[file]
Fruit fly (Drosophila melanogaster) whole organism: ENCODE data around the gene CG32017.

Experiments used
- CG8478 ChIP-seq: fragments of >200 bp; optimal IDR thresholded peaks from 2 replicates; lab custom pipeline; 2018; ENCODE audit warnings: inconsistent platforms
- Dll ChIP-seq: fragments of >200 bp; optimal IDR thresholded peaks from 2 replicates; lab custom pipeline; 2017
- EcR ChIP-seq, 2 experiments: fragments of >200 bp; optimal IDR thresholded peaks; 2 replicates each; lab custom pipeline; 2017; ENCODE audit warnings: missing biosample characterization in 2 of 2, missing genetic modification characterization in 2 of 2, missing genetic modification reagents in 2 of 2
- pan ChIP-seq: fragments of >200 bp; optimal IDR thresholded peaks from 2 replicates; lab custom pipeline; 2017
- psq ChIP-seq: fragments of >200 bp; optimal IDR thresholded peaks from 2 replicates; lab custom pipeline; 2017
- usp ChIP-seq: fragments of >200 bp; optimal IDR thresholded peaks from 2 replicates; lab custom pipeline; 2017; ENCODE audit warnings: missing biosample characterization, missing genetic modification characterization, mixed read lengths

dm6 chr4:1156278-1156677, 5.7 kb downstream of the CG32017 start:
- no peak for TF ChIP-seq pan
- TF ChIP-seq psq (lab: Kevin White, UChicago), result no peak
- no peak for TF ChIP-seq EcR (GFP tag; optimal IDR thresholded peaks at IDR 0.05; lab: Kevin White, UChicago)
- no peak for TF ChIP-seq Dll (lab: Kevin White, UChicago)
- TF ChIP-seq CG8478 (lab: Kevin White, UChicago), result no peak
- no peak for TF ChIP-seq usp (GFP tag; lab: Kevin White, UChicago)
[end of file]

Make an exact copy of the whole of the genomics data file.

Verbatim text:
Fruit fly (Drosophila melanogaster) whole organism: ENCODE data around the gene CG32017.

Experiments used
- CG8478 ChIP-seq: fragments of >200 bp; optimal IDR thresholded peaks from 2 replicates; lab custom pipeline; 2018; ENCODE audit warnings: inconsistent platforms
- Dll ChIP-seq: fragments of >200 bp; optimal IDR thresholded peaks from 2 replicates; lab custom pipeline; 2017
- EcR ChIP-seq, 2 experiments: fragments of >200 bp; optimal IDR thresholded peaks; 2 replicates each; lab custom pipeline; 2017; ENCODE audit warnings: missing biosample characterization in 2 of 2, missing genetic modification characterization in 2 of 2, missing genetic modification reagents in 2 of 2
- pan ChIP-seq: fragments of >200 bp; optimal IDR thresholded peaks from 2 replicates; lab custom pipeline; 2017
- psq ChIP-seq: fragments of >200 bp; optimal IDR thresholded peaks from 2 replicates; lab custom pipeline; 2017
- usp ChIP-seq: fragments of >200 bp; optimal IDR thresholded peaks from 2 replicates; lab custom pipeline; 2017; ENCODE audit warnings: missing biosample characterization, missing genetic modification characterization, mixed read lengths

dm6 chr4:1156278-1156677, 5.7 kb downstream of the CG32017 start:
- no peak for TF ChIP-seq pan
- TF ChIP-seq psq (lab: Kevin White, UChicago), result no peak
- no peak for TF ChIP-seq EcR (GFP tag; optimal IDR thresholded peaks at IDR 0.05; lab: Kevin White, UChicago)
- no peak for TF ChIP-seq Dll (lab: Kevin White, UChicago)
- TF ChIP-seq CG8478 (lab: Kevin White, UChicago), result no peak
- no peak for TF ChIP-seq usp (GFP tag; lab: Kevin White, UChicago)